By Fin Ruane
This weekend the snooker roadshow moves on to Furth in Germany for another European Tour event. This tournament, however, is of special significance and is one always well supported by the majority of the players involved as it’s named in honour of the dearly missed Paul Hunter.
Without going into too much detail of Paul’s astonishing talent or career that won him multiple titles, including his three outstanding Masters wins, I’d like to remember Paul this weekend as the one of the most gracious and friendliest people you could ever wish to meet.
The first time I saw Paul Hunter play was in the Ilford Snooker Club when he played Ken Doherty in a pro-am. It was 1991 and Ken was enjoying his first season on the pro tour. Ken played Paul, who had traveled down from Leeds with his dad Alan, in the first round that sat morning. Ken if I remember correctly was giving Paul a 14 start as most top players were giving amateurs those days, and eventually won 3-1 but not without a scare or two from this young thirteen year-old lad.
It wasn’t really the manner in which Ken won but the way in which Paul took his defeat. He was very gracious when chatting to Ken after and listened to every word of advice Ken passed onto him. You just knew that he couldn’t wait to get back on a table to put those words of advice to practice. To his further credit he hung around the club for a few hours to watch several other matches that day.
Something told me that I’d see and hear a lot more of this exciting prospect from Leeds.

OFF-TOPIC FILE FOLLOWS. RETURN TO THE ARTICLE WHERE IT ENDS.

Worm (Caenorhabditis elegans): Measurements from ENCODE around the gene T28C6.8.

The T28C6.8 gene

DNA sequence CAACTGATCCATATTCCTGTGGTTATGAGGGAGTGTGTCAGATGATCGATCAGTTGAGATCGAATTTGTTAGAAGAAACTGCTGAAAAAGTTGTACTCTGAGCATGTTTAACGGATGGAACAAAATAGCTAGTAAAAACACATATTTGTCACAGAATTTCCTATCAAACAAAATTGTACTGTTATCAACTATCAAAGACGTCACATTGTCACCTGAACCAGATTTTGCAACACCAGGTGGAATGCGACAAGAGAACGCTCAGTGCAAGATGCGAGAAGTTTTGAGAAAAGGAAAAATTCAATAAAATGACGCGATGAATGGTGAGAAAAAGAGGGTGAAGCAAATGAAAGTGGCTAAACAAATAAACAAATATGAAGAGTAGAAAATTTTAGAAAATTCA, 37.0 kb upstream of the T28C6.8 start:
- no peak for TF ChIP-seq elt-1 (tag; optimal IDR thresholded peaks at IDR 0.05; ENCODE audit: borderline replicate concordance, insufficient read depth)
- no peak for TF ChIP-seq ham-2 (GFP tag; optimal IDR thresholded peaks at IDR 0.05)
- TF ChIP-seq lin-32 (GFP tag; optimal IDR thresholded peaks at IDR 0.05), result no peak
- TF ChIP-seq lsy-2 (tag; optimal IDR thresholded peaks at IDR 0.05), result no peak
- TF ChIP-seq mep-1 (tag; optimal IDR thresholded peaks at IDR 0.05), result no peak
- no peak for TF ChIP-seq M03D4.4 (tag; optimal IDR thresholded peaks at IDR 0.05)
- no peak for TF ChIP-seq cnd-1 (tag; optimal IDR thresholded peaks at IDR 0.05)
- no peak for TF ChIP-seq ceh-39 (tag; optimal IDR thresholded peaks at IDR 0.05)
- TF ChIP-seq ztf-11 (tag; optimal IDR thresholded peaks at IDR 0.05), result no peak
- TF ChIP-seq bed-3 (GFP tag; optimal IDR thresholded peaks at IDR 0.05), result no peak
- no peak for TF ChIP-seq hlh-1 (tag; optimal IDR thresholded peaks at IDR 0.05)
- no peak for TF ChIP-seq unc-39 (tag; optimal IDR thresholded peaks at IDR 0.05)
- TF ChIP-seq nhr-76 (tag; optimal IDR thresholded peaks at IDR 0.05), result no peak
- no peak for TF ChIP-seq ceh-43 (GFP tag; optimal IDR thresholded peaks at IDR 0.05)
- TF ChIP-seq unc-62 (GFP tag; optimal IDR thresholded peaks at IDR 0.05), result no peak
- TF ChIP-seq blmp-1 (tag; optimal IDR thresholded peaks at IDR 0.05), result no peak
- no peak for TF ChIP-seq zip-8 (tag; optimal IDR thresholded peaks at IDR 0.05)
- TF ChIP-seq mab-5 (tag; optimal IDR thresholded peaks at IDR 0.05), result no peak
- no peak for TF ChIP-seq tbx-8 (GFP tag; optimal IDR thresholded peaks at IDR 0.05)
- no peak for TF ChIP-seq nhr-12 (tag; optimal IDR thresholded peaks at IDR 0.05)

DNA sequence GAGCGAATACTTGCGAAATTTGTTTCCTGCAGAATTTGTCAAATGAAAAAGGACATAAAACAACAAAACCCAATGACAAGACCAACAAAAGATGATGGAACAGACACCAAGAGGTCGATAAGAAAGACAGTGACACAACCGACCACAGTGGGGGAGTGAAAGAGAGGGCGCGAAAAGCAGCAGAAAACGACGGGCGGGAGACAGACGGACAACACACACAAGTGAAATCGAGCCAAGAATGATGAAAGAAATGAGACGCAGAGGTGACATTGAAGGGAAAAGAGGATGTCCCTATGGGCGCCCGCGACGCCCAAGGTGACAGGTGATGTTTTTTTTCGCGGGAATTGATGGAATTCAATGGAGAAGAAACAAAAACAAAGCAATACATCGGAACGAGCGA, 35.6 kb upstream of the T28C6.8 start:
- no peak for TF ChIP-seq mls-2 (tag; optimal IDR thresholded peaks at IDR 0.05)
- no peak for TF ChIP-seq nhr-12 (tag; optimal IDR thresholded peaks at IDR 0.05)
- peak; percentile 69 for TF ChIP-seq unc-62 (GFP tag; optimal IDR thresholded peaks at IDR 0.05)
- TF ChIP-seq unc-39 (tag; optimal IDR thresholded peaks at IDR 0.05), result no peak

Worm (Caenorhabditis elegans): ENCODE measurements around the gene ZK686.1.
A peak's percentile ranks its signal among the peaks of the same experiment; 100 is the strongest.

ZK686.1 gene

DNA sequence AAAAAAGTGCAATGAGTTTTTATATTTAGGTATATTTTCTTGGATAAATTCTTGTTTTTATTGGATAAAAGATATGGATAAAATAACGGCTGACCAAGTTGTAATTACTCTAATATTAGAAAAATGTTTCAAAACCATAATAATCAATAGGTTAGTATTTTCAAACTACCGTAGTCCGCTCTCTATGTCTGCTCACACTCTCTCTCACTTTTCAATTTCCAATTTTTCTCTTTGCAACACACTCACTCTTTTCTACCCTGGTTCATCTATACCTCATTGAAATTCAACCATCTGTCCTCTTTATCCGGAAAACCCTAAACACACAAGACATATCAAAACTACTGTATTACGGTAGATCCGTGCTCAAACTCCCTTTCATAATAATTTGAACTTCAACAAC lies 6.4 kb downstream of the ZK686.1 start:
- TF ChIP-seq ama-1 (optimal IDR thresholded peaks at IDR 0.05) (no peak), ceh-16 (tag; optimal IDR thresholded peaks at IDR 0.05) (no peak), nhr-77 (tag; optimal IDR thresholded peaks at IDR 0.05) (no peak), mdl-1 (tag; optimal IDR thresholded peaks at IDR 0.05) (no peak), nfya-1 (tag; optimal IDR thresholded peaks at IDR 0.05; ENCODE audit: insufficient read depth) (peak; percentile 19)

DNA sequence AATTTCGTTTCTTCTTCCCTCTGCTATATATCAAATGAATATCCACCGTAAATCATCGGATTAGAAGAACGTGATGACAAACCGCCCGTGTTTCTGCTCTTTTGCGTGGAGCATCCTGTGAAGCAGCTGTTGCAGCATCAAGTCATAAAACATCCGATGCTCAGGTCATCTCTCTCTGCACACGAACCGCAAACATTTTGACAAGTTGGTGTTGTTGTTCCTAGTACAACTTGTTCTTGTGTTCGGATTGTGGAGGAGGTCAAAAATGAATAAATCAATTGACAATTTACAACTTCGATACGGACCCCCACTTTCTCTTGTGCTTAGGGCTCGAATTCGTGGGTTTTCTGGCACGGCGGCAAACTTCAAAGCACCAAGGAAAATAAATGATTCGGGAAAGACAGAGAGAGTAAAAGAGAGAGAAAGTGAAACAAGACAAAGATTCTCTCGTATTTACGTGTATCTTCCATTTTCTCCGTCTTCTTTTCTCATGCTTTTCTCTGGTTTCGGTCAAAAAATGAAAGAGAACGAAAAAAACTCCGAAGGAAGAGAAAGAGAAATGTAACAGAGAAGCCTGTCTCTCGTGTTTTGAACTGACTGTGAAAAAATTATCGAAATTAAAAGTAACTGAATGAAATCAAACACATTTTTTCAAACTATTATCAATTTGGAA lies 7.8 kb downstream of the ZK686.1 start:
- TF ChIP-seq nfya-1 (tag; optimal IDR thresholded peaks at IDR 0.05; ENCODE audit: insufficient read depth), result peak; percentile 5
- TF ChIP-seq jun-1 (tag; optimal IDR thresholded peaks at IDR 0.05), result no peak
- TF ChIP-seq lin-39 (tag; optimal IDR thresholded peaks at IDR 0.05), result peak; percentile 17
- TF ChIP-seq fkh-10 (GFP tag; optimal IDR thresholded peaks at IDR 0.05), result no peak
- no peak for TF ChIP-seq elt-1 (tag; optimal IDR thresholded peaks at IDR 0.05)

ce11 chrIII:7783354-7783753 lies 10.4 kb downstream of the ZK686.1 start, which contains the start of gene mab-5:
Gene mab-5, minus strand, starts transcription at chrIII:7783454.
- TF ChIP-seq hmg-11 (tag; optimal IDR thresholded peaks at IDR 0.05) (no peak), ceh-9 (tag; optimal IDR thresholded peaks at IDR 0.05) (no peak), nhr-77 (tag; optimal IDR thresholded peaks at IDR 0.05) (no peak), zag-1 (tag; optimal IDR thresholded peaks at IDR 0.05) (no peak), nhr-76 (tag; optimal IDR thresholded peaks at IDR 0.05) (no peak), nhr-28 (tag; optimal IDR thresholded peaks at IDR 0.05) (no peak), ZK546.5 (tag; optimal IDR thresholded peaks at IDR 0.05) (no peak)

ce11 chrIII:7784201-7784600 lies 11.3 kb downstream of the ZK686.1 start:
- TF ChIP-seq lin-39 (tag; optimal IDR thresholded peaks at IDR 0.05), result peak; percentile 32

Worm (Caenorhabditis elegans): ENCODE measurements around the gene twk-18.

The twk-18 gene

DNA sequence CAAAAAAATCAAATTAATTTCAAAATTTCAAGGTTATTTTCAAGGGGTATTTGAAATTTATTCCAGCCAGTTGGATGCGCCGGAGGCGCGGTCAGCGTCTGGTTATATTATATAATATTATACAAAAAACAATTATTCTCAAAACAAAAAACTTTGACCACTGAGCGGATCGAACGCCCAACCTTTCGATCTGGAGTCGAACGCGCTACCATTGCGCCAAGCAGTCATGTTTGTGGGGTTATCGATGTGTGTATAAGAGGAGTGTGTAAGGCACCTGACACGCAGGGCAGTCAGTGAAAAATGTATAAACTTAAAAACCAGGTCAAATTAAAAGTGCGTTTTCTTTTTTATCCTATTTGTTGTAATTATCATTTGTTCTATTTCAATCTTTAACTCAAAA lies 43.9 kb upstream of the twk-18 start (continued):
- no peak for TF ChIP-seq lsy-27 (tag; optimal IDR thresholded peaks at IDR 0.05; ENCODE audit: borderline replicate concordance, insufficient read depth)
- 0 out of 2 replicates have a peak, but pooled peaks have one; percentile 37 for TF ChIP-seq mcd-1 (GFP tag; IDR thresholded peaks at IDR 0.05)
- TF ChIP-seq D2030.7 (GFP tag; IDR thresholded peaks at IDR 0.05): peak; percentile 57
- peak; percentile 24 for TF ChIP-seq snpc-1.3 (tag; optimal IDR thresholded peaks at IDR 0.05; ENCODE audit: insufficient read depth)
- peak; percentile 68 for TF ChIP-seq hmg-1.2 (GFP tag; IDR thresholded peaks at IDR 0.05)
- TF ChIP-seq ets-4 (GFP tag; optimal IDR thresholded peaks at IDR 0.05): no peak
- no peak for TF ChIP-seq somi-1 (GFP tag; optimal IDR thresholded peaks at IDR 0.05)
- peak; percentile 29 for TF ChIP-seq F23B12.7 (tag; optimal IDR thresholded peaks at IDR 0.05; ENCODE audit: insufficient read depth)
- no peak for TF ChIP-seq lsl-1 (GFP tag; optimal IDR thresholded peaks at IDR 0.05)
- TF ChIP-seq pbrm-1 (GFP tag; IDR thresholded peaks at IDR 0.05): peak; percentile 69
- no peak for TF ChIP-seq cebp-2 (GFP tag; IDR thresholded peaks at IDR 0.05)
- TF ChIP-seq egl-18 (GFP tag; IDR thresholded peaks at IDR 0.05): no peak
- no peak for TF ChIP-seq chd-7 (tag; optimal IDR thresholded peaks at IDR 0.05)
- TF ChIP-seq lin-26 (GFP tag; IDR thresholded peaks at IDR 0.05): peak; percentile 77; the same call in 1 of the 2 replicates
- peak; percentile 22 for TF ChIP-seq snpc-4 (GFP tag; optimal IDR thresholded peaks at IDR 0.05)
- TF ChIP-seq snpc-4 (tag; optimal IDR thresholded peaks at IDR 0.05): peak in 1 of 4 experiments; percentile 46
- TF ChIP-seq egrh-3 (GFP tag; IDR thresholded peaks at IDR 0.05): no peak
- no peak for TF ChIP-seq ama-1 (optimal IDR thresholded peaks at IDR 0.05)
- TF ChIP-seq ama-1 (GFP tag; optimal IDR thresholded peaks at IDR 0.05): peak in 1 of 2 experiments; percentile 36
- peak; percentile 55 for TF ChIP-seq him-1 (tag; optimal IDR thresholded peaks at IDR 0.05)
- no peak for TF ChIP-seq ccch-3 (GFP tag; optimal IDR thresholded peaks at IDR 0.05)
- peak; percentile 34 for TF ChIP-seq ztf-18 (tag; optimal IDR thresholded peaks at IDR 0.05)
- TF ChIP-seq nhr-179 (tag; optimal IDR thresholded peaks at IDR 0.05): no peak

Over the following seasons I’d see Paul at the tournaments I traveled to with Ken. Some were in the UK, some abroad, but he was always smiling, had time for his fans and was never without his best mate Mathew Stevens at his side.
If you ask me, I thought most of his fellow pros were a tad jealous as his good looks and natural charm. Along with his talent on the table, this made him a big favourite with all the female fans at home and abroad.
Above all the fantastic memories Paul has left the one that sticks with me was that Saturday afternoon in May 2003 when he lost his World Championship semi-final to Ken.
We all know Paul had a huge lead at 15-9 and had a blue to win at 16-15 ahead only to eventually lose the match 17-16.
But my abiding memory of that match was how Paul conducted himself after the game. He came to the dressing room to congratulate Ken again and wished him all the best for the final. Not many players would have done that especially after what had just happened. It was a mark of the man who Paul Hunter was. Sadly that was the closest he ever got to becoming world champion.
In April 2005 Paul announced that he was suffering from a rare form of cancer that was to eventually take his life just eighteen months later.
The Paul Hunter Foundation that was set up soon after his death to give disadvantaged children places to socialise and play sport grows from strength to strength each year and, along with this weekend’s Paul Hunter Classic, Paul’s memory is kept alive not just for those of us who knew him but for the many out there who benefit from the charity in his honour.
Almost seven years after his passing, the legacy he left behind is a true mark of the man and the champion that he was.
Rest in Peace, Paul.